The Board of Trustees further finds and declares, on the basis of its own inspection of such area and its consideration of the facts regarding such area that have previously been brought to its attention and that are set forth in the minutes of the Board of Trustees dated January 23, January 30, February 14, February 27 and March 13, all in 1978; and the meetings of the Planning Board dated January 17, February 14, March 21, June 13, July 11 and December 19, all in 1977, and February 1 and March 20, both in 1978, that without the encouragement and assistance of the village and the establishment of restrictions that will serve to protect, enhance and perpetuate the specific buildings, sites and representative character of the Historic Grove Street District, the aforesaid buildings and area which are important to the village as a whole, and to its character and preservation, may be so deteriorated as to become a blight upon the community.
[Added 11-21-2016 by L.L. No. 6-2016]
The Board of Trustees designates Rose Hill Reservoir at the intersection of Rose Hill Avenue and Union Avenue, as an historic landmark. The Board of Trustees finds and declares that the Rose Hill Reservoir was one of the early water retention systems developed in the latter half of the 19th century, in order to assist in fire management, after a major fire in the down town Village gutted 19 buildings. The reservoir has special characteristics and historical value to the Village.
[Added 11-21-2016 by L.L. No. 6-2016]
The Board of Trustees designates the World War I Memorial at 18 North Broadway as an historic landmark. The Board of Trustees finds and declares that the War Memorial, which was designed by J.P Polla, then Director of the Modern School of Sculpture in Boston Massachusetts, is significant both as a result of the artist who designed it and the subject matter which honors those who served our country and those members of the community who made the ultimate sacrifice and therefore contains special characteristics and historical value to the Village.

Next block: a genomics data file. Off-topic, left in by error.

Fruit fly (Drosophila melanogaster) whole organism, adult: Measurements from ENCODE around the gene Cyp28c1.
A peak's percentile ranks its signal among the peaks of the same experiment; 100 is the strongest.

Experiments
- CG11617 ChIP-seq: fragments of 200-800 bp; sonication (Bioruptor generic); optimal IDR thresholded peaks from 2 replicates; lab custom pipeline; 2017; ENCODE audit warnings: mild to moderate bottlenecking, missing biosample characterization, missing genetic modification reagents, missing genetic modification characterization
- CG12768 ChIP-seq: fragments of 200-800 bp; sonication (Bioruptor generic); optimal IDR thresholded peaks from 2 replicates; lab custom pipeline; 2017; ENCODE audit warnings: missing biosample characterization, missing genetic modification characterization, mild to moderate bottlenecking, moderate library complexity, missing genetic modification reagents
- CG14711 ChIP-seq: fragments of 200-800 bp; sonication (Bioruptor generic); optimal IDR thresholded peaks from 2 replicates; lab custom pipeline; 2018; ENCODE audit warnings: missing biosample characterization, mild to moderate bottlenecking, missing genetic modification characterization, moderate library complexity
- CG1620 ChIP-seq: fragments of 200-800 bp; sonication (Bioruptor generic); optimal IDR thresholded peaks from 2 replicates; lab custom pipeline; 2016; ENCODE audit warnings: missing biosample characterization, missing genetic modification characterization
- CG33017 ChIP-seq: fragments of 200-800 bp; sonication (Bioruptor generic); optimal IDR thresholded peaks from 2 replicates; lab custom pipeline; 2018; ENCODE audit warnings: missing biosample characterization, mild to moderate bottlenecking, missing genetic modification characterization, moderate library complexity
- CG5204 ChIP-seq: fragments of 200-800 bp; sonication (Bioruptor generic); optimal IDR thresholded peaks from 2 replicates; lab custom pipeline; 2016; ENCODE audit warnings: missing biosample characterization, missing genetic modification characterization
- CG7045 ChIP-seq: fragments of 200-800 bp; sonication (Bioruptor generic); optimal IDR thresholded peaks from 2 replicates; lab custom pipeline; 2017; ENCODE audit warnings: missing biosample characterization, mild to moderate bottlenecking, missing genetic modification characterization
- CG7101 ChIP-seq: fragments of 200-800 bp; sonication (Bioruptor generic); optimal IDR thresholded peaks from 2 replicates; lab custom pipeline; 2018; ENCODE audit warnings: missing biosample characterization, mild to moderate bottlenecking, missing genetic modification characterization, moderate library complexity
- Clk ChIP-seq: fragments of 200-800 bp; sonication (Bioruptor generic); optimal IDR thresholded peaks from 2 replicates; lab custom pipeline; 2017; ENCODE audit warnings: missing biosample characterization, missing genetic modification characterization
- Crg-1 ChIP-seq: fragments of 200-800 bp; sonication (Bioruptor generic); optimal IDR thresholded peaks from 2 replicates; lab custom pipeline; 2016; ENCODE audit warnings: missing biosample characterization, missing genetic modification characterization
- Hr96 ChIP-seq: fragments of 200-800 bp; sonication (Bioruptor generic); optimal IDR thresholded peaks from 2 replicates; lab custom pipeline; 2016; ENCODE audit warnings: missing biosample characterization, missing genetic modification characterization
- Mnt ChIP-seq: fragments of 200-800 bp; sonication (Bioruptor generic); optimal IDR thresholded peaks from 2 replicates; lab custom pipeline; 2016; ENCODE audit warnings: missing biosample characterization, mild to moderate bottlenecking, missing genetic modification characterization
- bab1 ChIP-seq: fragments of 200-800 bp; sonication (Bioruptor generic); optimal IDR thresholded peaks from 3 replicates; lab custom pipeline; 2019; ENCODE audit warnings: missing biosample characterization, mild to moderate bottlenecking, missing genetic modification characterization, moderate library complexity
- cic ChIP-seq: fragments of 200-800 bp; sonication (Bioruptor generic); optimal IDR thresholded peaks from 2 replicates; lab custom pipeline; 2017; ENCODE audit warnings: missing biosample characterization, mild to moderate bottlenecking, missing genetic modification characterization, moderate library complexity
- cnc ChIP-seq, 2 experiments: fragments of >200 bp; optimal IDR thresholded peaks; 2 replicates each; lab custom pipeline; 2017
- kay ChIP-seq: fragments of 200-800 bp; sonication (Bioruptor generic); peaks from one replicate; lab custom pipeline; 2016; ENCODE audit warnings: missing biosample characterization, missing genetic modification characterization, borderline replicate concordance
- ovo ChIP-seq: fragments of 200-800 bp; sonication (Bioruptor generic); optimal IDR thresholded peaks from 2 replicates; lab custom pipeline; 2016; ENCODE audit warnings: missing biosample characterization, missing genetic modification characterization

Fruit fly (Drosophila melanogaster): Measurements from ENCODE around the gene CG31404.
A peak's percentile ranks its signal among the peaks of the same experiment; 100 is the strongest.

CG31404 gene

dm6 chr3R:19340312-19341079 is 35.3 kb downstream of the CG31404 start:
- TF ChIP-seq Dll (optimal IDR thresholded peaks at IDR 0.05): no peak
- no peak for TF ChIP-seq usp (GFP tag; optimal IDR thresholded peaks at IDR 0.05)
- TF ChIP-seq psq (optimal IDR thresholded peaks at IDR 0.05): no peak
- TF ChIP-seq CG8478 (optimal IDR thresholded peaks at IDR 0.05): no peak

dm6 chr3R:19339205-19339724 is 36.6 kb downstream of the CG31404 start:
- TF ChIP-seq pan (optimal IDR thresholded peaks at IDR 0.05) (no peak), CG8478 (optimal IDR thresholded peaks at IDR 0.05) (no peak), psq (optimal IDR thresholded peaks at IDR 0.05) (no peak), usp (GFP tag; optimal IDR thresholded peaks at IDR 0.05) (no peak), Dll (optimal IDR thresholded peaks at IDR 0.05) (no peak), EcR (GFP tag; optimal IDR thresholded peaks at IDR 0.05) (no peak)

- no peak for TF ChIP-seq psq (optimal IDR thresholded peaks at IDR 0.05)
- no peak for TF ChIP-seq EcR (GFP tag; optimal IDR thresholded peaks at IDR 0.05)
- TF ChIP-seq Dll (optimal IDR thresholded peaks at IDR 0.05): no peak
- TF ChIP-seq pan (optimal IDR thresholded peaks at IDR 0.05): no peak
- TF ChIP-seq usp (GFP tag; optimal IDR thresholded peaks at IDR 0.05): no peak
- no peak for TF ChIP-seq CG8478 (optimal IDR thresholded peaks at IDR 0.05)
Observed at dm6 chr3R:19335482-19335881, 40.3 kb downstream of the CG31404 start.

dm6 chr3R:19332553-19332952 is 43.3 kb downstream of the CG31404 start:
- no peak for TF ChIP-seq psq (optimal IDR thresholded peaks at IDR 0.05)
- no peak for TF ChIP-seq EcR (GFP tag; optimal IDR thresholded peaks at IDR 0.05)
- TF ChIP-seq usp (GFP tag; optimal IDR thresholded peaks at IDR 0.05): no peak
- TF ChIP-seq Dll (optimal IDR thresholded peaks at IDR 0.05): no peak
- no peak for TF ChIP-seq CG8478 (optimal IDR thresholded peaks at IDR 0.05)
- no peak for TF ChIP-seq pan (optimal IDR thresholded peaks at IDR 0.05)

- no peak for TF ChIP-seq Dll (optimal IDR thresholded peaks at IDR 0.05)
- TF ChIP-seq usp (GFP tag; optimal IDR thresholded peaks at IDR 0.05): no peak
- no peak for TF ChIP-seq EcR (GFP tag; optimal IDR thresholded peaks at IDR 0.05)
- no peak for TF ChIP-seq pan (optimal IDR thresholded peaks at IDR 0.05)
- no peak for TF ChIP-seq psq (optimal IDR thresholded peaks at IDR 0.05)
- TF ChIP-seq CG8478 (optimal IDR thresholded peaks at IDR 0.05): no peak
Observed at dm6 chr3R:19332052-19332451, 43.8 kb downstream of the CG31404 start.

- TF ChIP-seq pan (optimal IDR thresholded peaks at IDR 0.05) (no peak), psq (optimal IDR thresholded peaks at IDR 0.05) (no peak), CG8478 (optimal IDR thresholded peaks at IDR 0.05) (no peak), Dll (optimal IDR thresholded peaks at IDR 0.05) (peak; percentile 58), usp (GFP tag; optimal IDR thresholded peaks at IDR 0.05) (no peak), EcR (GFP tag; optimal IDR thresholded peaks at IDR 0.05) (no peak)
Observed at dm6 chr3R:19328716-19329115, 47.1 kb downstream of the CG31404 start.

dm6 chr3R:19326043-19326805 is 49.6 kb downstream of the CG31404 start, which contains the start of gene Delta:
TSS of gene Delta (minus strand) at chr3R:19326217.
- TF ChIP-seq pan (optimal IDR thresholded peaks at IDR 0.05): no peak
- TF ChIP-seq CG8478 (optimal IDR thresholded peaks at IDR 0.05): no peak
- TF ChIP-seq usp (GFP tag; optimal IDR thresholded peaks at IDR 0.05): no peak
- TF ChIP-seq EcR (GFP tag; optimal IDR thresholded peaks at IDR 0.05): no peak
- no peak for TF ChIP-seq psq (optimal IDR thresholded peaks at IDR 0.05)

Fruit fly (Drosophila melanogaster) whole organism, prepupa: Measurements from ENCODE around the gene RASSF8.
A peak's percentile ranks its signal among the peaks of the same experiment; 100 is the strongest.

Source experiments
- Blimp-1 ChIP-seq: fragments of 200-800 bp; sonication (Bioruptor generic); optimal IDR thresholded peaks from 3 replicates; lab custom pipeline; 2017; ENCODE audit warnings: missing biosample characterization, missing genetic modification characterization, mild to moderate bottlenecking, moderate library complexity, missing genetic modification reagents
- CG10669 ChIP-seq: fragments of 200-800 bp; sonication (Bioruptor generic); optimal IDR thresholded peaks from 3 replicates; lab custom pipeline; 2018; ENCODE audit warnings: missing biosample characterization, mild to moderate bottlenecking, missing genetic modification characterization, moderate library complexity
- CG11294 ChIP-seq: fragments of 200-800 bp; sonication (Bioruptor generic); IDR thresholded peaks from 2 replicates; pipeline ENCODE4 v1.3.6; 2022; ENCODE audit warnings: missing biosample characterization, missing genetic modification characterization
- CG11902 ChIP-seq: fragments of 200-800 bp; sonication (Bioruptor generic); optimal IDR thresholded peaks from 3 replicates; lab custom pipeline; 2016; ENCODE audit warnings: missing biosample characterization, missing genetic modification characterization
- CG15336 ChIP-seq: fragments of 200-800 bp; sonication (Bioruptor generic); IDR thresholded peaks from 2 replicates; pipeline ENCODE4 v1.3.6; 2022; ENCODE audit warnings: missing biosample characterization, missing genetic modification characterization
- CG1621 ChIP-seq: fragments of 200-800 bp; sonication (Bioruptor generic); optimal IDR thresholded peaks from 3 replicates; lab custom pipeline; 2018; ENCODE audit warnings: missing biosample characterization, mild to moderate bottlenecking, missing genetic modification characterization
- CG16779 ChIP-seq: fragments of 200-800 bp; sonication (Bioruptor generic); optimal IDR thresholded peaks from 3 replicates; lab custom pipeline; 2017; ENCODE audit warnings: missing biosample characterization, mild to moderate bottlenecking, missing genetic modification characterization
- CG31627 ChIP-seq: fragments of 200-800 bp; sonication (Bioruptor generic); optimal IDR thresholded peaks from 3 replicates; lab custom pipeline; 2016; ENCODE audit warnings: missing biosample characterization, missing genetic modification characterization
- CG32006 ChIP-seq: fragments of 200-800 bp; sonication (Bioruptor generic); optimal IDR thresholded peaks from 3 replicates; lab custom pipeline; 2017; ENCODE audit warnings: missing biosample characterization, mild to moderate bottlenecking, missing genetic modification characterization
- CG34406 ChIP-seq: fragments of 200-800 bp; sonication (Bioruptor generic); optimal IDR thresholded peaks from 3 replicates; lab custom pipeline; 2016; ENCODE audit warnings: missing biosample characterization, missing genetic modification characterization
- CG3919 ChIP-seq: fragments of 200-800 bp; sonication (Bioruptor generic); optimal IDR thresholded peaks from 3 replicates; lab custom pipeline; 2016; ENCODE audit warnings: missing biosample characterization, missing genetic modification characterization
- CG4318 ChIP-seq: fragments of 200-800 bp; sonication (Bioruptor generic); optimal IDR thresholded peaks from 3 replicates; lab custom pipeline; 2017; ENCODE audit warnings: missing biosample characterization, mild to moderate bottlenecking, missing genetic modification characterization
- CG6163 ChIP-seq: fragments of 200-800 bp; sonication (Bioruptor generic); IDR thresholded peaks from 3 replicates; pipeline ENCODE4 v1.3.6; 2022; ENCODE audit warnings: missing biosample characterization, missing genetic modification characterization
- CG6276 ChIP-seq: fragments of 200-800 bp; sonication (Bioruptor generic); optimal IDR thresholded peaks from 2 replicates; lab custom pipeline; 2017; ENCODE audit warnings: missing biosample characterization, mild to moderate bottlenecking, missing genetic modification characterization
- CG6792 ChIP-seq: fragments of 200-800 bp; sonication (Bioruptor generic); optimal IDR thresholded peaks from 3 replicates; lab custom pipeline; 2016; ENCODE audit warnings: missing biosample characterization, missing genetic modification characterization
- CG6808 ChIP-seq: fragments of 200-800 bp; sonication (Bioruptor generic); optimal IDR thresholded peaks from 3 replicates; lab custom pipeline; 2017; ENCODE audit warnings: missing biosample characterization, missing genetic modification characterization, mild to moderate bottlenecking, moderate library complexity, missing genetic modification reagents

[Added 8-18-2008 by L.L. No. 12-2008]
The Board of Trustees designates Butler Hall, Gerard Hall and the Science Hall on the property commonly known as Marymount College as historic landmarks. The Board of Trustees finds and declares that these buildings have special characteristics and historical value and they represent the architecture, style and related features of the first half of the 20th century of American history.
Nothing in this chapter shall be construed to prevent the ordinary maintenance or repair of any exterior architectural feature of any structure, whether a landmark or within an historic district or otherwise, which does not involve a change in design, material, color or outer appearance thereof.
Penalties for offenses.
It shall be unlawful for any person, firm or corporation to construct, alter, repair, move, remove, demolish, equip, use, occupy, change the appearance of or maintain any building or structure or portion thereof which is a duly designated landmark or is located in a duly designated historic district hereunder, in violation of any provision of this chapter, or to fail in any manner to comply with a notice, directive or order of the Building Inspector hereunder or to construct, alter, use, occupy or destroy any building or structure or part thereof in a manner not permitted by an effective certificate of appropriateness or building permit or certificate of occupancy properly issued hereunder.
Abatement of violations. Appropriate actions and proceedings may be taken at law or in equity to prevent unlawful construction or demolition or to restrain, correct or abate a violation of the provisions of Subsection A hereof or to prevent acts, conduct or business declared illegal in this chapter; and these remedies shall be in addition to the penalties prescribed in Subsection A hereof.